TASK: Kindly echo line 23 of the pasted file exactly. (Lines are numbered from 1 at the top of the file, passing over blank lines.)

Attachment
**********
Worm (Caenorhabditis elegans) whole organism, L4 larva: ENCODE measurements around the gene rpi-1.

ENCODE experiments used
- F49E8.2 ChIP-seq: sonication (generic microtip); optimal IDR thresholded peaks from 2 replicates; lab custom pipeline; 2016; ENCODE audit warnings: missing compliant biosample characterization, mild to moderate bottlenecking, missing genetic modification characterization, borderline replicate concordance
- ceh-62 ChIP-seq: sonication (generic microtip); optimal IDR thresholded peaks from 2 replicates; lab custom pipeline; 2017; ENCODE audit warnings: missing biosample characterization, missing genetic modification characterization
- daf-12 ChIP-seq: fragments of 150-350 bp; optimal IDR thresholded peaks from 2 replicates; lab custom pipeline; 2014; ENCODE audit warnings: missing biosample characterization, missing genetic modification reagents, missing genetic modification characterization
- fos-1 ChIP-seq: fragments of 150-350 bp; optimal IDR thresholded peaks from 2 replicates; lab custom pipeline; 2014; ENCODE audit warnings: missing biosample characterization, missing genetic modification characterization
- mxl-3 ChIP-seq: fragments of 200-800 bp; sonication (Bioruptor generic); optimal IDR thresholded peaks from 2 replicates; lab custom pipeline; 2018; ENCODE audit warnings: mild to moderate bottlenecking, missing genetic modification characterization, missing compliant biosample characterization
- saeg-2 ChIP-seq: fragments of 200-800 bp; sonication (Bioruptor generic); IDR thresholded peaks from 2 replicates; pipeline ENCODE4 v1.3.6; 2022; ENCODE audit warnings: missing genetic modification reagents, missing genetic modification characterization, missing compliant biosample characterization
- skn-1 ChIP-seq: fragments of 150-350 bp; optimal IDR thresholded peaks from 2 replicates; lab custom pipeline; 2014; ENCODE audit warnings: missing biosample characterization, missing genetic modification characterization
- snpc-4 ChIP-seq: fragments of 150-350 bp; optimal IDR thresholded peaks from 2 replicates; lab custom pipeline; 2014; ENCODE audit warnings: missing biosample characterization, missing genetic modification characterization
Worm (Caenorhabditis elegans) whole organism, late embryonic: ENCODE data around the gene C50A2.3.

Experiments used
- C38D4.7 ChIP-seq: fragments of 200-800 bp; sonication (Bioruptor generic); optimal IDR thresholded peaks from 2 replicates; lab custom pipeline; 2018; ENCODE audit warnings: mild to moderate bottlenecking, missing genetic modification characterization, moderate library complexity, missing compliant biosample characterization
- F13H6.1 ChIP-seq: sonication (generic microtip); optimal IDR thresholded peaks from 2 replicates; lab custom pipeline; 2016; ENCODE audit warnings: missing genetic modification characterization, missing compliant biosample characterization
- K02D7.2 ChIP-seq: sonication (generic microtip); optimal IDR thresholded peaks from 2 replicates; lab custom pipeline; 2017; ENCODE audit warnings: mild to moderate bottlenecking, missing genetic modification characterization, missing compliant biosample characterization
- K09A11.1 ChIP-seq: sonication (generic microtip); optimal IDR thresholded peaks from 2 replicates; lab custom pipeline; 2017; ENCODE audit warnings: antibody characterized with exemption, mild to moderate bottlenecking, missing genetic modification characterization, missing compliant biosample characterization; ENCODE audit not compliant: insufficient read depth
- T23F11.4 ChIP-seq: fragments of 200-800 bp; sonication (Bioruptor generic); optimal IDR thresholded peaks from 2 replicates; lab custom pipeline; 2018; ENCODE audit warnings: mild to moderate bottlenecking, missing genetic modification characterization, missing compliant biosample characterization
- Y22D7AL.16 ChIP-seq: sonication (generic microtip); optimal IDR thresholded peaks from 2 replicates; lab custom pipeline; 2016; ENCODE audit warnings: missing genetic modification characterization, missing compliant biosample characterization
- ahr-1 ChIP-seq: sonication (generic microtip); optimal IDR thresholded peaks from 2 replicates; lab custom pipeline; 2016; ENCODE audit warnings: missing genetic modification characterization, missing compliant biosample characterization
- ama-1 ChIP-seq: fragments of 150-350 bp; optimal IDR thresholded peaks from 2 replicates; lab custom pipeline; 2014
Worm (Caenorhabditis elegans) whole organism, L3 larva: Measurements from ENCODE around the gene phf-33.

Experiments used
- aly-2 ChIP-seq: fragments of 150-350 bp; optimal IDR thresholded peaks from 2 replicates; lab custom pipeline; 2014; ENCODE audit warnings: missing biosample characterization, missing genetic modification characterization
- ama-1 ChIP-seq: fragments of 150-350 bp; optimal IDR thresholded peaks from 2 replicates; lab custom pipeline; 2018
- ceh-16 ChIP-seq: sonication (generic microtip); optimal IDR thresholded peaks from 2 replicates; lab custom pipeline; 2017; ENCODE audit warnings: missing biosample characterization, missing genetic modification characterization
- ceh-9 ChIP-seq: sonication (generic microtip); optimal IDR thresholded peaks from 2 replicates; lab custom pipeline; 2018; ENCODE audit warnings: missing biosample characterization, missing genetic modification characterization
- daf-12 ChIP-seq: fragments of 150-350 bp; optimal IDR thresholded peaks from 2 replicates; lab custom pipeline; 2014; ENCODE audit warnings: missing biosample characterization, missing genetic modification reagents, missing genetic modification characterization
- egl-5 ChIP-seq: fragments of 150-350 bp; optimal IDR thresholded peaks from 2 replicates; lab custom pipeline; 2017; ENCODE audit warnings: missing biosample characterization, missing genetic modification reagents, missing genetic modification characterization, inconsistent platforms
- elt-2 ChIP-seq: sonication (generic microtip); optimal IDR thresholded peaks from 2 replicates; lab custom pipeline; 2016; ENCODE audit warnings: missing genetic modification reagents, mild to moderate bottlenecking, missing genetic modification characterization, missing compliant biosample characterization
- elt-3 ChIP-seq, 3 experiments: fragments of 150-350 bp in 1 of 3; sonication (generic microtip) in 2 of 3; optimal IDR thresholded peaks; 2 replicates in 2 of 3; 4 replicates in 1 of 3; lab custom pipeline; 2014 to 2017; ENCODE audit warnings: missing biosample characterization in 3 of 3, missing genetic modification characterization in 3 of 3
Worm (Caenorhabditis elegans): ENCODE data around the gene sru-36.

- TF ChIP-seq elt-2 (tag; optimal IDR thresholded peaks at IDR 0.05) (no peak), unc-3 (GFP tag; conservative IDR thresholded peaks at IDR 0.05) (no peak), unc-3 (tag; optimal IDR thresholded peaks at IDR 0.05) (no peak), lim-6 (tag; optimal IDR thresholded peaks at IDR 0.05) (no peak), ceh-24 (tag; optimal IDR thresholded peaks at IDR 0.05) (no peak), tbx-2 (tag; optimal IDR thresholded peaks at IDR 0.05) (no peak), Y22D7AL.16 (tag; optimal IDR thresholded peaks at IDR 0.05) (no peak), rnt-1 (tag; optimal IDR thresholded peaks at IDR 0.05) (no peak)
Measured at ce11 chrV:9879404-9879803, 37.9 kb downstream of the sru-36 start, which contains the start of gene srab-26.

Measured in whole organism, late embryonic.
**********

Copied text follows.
- aly-2 ChIP-seq: fragments of 150-350 bp; optimal IDR thresholded peaks from 2 replicates; lab custom pipeline; 2014; ENCODE audit warnings: missing biosample characterization, missing genetic modification characterization